Shares in Uralkali, the world's biggest potash producer, went up more than 6 percent on Wednesday — their largest rise in four months — on speculation that it may increase its prices.
Last year, Uralkali quit a trading alliance with Belarus which controlled 40 percent of the $20 billion global market of the crop nutrient. The move triggered a plunge in the price of potash as the company focused on increasing sales after years of a "price-over-volume" strategy.
The rise in Uralkali's share price on Wednesday was partly caused by speculation that it may increase its price for customers in Brazil and was supported by a large number of short positions in its shares, the head of sales at a foreign bank told Reuters.
Shares were also supported by the producer's ongoing negotiations over its Chinese contract, which could set a price floor, said Boris Krasnojenov, an analyst at Renaissance Capital in Moscow.
The contract with China, the world's largest potash consumer, is seen as a benchmark by the bulk of market participants.
"There are rumors that Uralkali will sign the contract with China for the first half of the season soon and that China could agree on the price of $300 per ton, which would mark the price bottom," Krasnojenov said.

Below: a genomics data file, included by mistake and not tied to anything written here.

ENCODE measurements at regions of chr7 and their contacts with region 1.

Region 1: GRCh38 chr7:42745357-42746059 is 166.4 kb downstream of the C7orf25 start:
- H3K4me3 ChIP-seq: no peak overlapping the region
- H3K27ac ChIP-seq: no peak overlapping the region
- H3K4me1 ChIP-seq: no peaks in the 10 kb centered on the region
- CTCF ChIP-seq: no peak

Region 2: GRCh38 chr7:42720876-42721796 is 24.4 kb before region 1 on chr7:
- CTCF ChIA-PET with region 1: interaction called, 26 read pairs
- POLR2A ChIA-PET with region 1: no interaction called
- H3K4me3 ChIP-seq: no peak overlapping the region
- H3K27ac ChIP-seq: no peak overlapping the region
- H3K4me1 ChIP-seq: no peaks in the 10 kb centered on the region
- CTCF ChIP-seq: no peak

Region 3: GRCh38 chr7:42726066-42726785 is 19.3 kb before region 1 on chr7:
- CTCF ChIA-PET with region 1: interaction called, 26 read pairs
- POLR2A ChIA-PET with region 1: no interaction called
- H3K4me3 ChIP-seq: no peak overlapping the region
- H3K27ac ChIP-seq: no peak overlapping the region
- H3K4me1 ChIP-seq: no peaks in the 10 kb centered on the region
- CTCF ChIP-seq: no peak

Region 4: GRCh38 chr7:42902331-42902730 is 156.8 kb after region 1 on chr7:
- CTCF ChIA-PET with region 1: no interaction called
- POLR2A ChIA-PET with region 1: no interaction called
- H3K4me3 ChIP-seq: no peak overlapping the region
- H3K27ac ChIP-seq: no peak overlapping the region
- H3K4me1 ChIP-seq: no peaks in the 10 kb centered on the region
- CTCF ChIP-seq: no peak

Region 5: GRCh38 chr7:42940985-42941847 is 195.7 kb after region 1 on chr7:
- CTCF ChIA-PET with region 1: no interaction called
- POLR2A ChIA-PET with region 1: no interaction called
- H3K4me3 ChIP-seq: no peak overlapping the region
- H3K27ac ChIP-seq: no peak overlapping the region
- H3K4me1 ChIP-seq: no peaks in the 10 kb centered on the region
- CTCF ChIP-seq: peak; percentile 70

Uralkali declined to comment on its negotiations with customers.
Uralkali shares were up 6.8 percent in the early evening in Moscow at 179 rubles per share, the largest rise since Sept. 9, and outperforming the broader Moscow index which rose 1 percent. Its global depository receipts were up 3 percent in London.
Confidence about higher potash prices also supported some other producers. Germany's K+S was up 2.9 percent in Frankfurt, while Israel Chemicals (ICL) rose 2.8 percent in Tel Aviv. Both outperformed their broader blue-chip indexes, which were up 1.3 percent and 0.9 percent respectively.
Uralkali is signaling that Brazilian buyers will have to pay $350 to $360 per ton on a cost-and-freight basis for granular potash for March volumes compared to the current $320 per ton, JP Morgan said in a note.
JP Morgan said it had seen the first clear evidence of a return to the price-over-volume strategy due to speculation that Uralkali has joined a group called Canpotex, the world's top export group, in pledging that prices below $300 per tonne in Southeast Asia would not be supported.
Canpotex is owned by Potash Corp of Saskatchewan, Mosaic Co and Agrium Inc.